Title: Bike Tour of the Geology of Glenwood Canyon, Garfield and Eagle counties, CO
Leader: Johnathan L. White, Colorado Geological Survey
Description: Published in the August 2012 Outcrop
This fall marks the 20-year anniversary of the official grand opening of the Glenwood Canyon Interstate 70 Project when both eastbound and westbound lanes were opened. Final completion of rest areas and miscellaneous work was completed in 1994. Included in the project was the construction of a bike/pedestrian path on the north bank of the Colorado River that parallels the Interstate.
The Colorado River formed Glenwood Canyon by incision into the southern flank of the Laramide White River uplift that rises towards the northwest onto the Flat Tops. While some Neogene incision occurred, much of the downcutting occurred during Quaternary glacial periods such that, at the close of the Pleistocene, the canyon was cut over 3,000 vertical feet below the rim. Thousands of vertical feet of downcutting have developed magnificent exposures of the entire Early to Middle Paleozoic stratigraphic section of Central Colorado along the canyon walls. Sedimentary formations exposed include the Mississippian Leadville Limestone, the Upper Devonian Chaffee Group, the Lower Ordovician Manitou Formation, the Upper Cambrian Dotsero Formation and, most visually pronounced, the nonconformity where the 500-foot thick cliffs of Upper Cambrian Sawatch Quartzite overlie Precambrian metamorphic and granitic basement rock (Fig. 1).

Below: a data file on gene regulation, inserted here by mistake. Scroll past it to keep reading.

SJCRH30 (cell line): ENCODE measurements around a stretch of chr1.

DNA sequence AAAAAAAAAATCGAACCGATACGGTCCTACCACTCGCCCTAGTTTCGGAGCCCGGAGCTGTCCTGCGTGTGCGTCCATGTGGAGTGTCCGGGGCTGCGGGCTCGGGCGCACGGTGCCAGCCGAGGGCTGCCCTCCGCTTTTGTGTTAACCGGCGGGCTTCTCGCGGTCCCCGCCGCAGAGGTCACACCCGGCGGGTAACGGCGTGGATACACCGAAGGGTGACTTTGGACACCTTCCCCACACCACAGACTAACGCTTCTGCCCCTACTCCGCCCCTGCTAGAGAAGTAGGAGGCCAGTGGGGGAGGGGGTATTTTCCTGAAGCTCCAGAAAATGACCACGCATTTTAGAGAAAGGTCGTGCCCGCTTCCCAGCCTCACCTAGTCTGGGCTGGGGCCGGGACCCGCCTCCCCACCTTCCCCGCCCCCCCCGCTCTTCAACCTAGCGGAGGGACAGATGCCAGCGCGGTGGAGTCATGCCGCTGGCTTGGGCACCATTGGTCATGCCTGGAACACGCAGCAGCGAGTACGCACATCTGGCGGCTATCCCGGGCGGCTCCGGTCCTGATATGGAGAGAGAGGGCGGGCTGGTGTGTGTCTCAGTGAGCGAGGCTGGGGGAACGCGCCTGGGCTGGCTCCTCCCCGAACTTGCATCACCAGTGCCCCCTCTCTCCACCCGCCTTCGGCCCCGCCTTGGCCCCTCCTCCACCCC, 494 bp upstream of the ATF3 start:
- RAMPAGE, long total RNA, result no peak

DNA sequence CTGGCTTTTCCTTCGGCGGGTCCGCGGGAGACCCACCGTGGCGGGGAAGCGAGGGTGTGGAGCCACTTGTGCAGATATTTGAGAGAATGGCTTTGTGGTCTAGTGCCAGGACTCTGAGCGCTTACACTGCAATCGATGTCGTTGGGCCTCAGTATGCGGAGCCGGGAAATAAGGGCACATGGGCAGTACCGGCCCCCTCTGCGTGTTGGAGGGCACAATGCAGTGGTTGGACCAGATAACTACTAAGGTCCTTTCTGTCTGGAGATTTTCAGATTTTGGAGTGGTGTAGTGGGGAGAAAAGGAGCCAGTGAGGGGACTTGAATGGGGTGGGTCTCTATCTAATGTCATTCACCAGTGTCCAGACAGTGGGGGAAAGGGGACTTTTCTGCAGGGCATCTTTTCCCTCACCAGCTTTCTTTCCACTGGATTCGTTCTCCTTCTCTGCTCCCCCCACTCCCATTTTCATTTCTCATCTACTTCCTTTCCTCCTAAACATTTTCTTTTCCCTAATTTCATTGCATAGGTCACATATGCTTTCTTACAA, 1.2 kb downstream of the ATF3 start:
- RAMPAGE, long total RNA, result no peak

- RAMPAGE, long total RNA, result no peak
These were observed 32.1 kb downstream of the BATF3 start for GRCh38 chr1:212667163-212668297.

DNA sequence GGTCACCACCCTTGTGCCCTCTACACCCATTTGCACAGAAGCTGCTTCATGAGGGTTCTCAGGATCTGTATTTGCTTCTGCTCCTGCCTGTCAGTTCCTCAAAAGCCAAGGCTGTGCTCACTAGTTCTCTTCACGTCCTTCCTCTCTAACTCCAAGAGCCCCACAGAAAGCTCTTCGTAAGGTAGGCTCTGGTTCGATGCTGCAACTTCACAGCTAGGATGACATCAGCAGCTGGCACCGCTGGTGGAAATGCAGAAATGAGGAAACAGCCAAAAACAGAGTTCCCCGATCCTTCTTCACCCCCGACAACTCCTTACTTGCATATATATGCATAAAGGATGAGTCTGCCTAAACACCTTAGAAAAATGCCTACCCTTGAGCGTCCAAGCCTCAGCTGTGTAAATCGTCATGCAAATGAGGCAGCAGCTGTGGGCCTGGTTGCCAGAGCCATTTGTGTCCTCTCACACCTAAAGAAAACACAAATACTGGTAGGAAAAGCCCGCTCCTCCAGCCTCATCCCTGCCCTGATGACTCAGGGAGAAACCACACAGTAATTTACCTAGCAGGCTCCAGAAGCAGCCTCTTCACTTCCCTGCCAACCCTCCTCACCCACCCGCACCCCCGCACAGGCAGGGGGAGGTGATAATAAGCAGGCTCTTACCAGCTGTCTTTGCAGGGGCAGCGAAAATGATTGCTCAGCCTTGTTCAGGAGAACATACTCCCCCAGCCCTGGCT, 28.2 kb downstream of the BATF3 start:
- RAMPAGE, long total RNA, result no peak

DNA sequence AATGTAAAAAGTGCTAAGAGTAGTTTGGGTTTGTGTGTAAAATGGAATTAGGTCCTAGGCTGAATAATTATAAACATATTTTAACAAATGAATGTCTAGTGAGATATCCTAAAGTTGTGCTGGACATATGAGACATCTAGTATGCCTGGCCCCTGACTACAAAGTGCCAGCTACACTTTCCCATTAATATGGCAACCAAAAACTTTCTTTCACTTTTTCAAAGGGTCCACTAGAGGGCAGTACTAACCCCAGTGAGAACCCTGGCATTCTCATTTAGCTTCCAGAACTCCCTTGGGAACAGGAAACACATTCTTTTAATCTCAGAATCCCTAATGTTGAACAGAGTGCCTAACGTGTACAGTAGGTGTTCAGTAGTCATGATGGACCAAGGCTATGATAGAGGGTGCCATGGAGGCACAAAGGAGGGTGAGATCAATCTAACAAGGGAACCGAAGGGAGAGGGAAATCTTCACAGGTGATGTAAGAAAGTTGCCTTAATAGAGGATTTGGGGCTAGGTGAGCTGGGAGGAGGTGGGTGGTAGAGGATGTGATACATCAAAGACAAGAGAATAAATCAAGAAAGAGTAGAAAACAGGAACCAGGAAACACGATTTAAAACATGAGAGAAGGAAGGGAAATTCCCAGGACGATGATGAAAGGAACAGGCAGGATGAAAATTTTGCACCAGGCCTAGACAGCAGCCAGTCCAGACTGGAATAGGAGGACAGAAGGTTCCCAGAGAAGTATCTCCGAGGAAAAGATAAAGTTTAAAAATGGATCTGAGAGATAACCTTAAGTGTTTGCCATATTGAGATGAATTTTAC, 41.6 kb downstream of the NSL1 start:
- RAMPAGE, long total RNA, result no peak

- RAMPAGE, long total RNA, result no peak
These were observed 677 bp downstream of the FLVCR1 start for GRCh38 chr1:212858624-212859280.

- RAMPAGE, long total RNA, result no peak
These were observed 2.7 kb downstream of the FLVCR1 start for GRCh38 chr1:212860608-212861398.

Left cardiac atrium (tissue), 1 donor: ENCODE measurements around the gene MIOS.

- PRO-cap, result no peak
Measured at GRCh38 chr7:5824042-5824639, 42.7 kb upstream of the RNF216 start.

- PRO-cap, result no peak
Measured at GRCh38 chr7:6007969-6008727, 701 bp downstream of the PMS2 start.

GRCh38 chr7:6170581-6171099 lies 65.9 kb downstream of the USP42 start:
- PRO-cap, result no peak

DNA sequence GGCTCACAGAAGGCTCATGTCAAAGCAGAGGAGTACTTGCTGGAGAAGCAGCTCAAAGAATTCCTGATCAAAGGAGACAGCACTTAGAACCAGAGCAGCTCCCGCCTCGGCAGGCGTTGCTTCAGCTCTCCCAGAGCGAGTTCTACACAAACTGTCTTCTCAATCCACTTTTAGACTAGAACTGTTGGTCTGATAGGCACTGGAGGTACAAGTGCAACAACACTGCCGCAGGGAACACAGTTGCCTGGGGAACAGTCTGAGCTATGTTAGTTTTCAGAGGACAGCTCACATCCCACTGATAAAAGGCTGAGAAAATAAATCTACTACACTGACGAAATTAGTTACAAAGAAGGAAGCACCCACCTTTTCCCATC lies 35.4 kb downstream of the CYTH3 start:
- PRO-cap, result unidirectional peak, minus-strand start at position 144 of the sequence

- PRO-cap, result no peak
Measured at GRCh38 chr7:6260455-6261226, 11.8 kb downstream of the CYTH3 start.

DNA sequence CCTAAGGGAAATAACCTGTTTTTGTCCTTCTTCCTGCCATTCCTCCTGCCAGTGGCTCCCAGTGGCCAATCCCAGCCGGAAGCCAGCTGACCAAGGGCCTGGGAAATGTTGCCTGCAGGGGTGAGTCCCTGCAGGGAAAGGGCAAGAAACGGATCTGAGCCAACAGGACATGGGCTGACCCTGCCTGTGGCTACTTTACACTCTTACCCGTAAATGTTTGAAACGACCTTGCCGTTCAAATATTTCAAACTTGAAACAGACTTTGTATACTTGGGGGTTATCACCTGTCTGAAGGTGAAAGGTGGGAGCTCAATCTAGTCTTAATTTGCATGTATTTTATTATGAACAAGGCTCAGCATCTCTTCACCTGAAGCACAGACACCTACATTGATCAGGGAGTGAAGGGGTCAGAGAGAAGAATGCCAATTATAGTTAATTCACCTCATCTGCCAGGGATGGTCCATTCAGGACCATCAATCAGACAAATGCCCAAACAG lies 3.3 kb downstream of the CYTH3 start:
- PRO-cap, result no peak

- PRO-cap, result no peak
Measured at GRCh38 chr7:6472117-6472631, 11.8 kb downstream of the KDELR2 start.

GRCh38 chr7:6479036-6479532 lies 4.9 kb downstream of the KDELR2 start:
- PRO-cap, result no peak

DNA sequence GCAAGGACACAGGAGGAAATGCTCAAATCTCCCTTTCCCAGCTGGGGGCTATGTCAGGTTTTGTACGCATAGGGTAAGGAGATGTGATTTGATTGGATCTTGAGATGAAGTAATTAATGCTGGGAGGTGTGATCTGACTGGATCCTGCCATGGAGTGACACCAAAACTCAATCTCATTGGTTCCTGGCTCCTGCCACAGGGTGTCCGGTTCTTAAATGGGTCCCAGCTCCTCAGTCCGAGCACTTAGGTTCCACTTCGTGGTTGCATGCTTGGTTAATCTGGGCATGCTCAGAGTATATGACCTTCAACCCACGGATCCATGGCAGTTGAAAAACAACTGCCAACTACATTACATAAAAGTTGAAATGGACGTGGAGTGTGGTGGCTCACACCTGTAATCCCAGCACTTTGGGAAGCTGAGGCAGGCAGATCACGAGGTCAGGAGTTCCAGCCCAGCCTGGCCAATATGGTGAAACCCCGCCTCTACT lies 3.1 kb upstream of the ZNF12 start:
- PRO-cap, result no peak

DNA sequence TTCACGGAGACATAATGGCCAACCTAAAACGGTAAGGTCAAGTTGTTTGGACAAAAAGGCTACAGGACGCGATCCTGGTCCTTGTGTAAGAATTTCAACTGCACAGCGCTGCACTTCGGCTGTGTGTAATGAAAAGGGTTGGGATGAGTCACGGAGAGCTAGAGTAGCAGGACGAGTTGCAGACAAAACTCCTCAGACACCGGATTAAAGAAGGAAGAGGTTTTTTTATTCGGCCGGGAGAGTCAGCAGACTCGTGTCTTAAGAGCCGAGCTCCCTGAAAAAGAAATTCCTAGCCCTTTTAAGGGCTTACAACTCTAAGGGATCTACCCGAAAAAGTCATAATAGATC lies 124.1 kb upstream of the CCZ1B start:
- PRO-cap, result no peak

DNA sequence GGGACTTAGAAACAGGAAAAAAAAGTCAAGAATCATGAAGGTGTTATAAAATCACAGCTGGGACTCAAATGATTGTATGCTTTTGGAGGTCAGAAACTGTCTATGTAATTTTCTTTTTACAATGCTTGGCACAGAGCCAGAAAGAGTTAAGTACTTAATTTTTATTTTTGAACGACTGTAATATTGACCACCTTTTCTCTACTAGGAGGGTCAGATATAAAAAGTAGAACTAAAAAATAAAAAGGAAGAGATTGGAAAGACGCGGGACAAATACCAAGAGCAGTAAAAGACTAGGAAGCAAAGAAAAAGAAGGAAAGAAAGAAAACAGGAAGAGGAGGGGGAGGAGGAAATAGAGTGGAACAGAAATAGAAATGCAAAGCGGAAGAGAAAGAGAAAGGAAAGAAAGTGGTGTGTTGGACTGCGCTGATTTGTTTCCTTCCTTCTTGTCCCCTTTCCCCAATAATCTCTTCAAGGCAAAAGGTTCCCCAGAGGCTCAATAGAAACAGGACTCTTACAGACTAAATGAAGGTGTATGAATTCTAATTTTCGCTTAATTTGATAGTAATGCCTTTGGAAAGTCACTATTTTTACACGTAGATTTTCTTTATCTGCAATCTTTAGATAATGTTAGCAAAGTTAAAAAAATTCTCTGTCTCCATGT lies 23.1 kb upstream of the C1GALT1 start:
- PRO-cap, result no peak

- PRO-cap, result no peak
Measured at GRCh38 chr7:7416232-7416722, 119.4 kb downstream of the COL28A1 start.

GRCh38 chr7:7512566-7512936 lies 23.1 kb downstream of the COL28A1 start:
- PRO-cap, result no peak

The bike path is approximately 16 miles long from the Glenwood Spring Hot Spring Pool to the east trailhead at the entrance to the canyon. The rise is gradual, beginning at 5,750 feet at the mouth of the canyon in Glenwood Springs and rising to 6,160 feet to the canyon entrance, about 400 feet in elevation change. The actual tour will be a round-trip ride of 32 miles with a lunch break at the Hanging Lake Rest Area.
The bike tour will include many stops where we will discuss the geologic history of the canyon, the rocks exposed, geologic structure, as well as the geologic complexity of Holocene surficial deposits in the canyon that required extensive geological and geotechnical investigations to design and construct the highway. From the engineering challenges, the need to address sensitive environmental concerns, and the construction effort put into this impressive civil highway project, the Interstate 70 Glenwood Canyon Project won several national and international awards in construction and engineering excellence.
For those participants who do not want to bike the entire round-trip length, there are several options if one wishes to park a second vehicle as a shuttle. Parking is available at the Grizzly Creek Rest Area (5 miles), the Hanging Lake Rest Area (10 miles), the Bair Ranch Rest Area (13 miles), or the east trailhead parking lot at the canyon entrance (16 miles). The east trailhead is accessible by a frontage road from Dotsero at Exit 133 on Interstate 70. The trail to Hanging Lake is another option. This 1.2-mile narrow trail is steep and considered a more difficult trail by the USFS as it rises over 1,000 feet in elevation from the bike path into Dead Horse Canyon.